BAR HARBOR — The Town Council on Tuesday, after consulting with an attorney, voted to advance a citizen’s petition aimed at drastically limiting disembarking cruise ship passengers into town.
This action comes after a public hearing on July 19 at which the council postponed adding it to the Nov. 8 ballot due to questions raised about the legality of the initiative.
“I think a lot of people assumed because it did not immediately go on the warrant last week that there was some orchestrated effort to keep it off the warrant,” said Town Council Vice Chair Matt Hochman. “We felt we needed to consult with our attorney and in the absence of any clear absolute…we have moved to put it on the warrant.”
If passed by Bar Harbor voters, the initiative would impose a visitation limit of 1,000 passengers per day. Currently, 3,500 cruise ship visitors may disembark during July and August and 5,500 may disembark during May, June, September and October.
During the public hearing last month, multiple attorneys representing businesses in town, including Ocean Properties, debated the amendment’s constitutionality, namely on the grounds that travel cannot be arbitrarily restricted.
“Our work tonight has been about determining the legality of the content of the petition in terms of moving it to the warrant,” said Town Council Chair Valerie Peacock. “I think in the near future we’ll also be sharing our concerns about the implementation of this amendment as written.”
In February, the council voted against reducing cruise ship visits for the 2022 season as a way to stave off court battles with deep-pocketed companies two months before the arrival of the first ship. Council members voted to have a working group consisting of the town manager, harbormaster and two council members negotiate with industry representatives for reductions in 2023, prompting the citizens’ initiative petition.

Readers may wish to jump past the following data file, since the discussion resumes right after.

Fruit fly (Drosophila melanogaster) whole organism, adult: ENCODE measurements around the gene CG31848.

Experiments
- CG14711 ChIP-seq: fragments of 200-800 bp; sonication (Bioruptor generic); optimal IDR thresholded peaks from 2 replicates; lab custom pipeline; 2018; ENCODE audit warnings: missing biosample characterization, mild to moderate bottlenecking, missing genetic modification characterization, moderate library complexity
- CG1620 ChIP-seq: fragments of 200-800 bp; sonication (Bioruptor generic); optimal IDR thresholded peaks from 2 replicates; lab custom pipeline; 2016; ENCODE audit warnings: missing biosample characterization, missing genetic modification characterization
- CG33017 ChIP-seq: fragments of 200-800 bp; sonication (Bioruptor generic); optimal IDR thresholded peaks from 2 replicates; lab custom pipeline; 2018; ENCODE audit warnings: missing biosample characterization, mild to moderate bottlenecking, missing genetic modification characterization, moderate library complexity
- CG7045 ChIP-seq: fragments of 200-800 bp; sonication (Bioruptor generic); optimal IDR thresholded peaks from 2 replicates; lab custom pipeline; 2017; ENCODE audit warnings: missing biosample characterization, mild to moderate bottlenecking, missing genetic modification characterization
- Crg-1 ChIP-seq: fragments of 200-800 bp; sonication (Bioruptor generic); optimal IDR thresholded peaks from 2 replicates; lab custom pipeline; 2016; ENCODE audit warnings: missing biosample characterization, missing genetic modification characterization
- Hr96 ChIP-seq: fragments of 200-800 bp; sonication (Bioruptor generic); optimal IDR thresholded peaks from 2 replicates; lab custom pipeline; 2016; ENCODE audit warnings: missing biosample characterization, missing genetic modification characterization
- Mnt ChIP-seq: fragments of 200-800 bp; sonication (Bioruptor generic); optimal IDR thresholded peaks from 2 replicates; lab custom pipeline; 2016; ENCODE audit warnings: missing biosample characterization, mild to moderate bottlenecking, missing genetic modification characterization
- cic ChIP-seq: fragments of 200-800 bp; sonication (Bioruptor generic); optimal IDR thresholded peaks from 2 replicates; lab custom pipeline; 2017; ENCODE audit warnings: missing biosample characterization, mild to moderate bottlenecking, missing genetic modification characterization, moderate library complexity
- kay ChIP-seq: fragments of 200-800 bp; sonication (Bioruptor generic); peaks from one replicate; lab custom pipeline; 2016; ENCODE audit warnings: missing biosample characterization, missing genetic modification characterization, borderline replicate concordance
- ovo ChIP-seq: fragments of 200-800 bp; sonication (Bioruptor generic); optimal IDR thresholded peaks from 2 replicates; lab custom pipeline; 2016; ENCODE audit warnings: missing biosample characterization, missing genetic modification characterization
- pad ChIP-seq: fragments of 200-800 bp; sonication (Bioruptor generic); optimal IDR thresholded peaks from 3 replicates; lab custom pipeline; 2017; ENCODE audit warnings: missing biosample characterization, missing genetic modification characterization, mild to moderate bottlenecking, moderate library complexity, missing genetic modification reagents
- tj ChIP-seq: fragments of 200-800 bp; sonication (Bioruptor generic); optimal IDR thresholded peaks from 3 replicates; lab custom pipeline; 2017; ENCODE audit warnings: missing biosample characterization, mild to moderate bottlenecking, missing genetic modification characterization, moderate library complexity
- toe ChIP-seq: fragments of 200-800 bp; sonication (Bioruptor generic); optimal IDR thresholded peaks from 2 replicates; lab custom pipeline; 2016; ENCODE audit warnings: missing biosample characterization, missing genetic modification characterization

Charles Sidman, a venture capitalist and town resident, spearheaded the citizen petition as a way to take back control of an industry that the council has been deliberating with for years to mitigate cruise ship congestion.
Jeff Dobbs, the only council member to vote against the motion to advance the petition, said the citizen petition undermines what the council has been working on separately to reduce cruise ship traffic.
Later during the council meeting, Town Manager Kevin Sutherland presented his working cruise ship management plan as an alternative to Sidman’s measure.
Sutherland’s plan would cap passengers at 3,800 during May, June, September and October and eliminate April and November as eligible shoulder season months for cruise ship traffic. However, the summer season would maintain the same 3,500 visitor-per-day limit.
Monthly caps for May and June would allow no more than 30,000 passengers each. July and August would see a max of 40,000 per month and September and October would be limited to 65,000. Cruise ships anchoring in Frenchman Bay could not exceed more than three per day.
The council will vote on Sutherland’s plan later this month, which has the backing of the industry. If implemented, the town would also procure signed agreements from each line, formally – and legally – authorizing these limitations.
“I think there’s no question in my mind that most people in Bar Harbor want to see a reduction in cruise ship passengers,” said council member Gary Friedmann. “Now it’s up to the voters to weigh whether this initiative is the best way to do that or whether through negotiations (with the cruise ship industry) that the town manager is leading.”